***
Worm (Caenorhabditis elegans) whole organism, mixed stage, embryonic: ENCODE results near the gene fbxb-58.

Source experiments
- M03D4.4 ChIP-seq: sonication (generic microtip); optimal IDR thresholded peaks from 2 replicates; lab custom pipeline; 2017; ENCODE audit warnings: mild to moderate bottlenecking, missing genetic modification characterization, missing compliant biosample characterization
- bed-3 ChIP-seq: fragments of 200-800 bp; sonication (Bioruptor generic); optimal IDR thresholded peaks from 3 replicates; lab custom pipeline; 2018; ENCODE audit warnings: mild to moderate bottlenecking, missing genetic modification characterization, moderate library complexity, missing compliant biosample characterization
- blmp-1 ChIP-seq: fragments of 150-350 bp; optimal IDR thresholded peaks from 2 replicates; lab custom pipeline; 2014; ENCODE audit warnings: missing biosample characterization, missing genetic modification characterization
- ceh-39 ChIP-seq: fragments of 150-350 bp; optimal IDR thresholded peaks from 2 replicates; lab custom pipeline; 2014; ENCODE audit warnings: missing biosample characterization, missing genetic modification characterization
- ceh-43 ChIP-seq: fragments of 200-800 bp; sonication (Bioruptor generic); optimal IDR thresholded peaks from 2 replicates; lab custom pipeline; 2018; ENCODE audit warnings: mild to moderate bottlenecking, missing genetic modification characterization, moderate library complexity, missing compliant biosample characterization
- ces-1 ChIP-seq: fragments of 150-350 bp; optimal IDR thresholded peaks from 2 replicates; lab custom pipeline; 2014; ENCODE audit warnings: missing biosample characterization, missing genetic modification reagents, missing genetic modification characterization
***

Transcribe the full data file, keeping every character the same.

Worm (Caenorhabditis elegans) whole organism, mixed stage, embryonic: ENCODE results near the gene fbxb-58.

Source experiments
- M03D4.4 ChIP-seq: sonication (generic microtip); optimal IDR thresholded peaks from 2 replicates; lab custom pipeline; 2017; ENCODE audit warnings: mild to moderate bottlenecking, missing genetic modification characterization, missing compliant biosample characterization
- bed-3 ChIP-seq: fragments of 200-800 bp; sonication (Bioruptor generic); optimal IDR thresholded peaks from 3 replicates; lab custom pipeline; 2018; ENCODE audit warnings: mild to moderate bottlenecking, missing genetic modification characterization, moderate library complexity, missing compliant biosample characterization
- blmp-1 ChIP-seq: fragments of 150-350 bp; optimal IDR thresholded peaks from 2 replicates; lab custom pipeline; 2014; ENCODE audit warnings: missing biosample characterization, missing genetic modification characterization
- ceh-39 ChIP-seq: fragments of 150-350 bp; optimal IDR thresholded peaks from 2 replicates; lab custom pipeline; 2014; ENCODE audit warnings: missing biosample characterization, missing genetic modification characterization
- ceh-43 ChIP-seq: fragments of 200-800 bp; sonication (Bioruptor generic); optimal IDR thresholded peaks from 2 replicates; lab custom pipeline; 2018; ENCODE audit warnings: mild to moderate bottlenecking, missing genetic modification characterization, moderate library complexity, missing compliant biosample characterization
- ces-1 ChIP-seq: fragments of 150-350 bp; optimal IDR thresholded peaks from 2 replicates; lab custom pipeline; 2014; ENCODE audit warnings: missing biosample characterization, missing genetic modification reagents, missing genetic modification characterization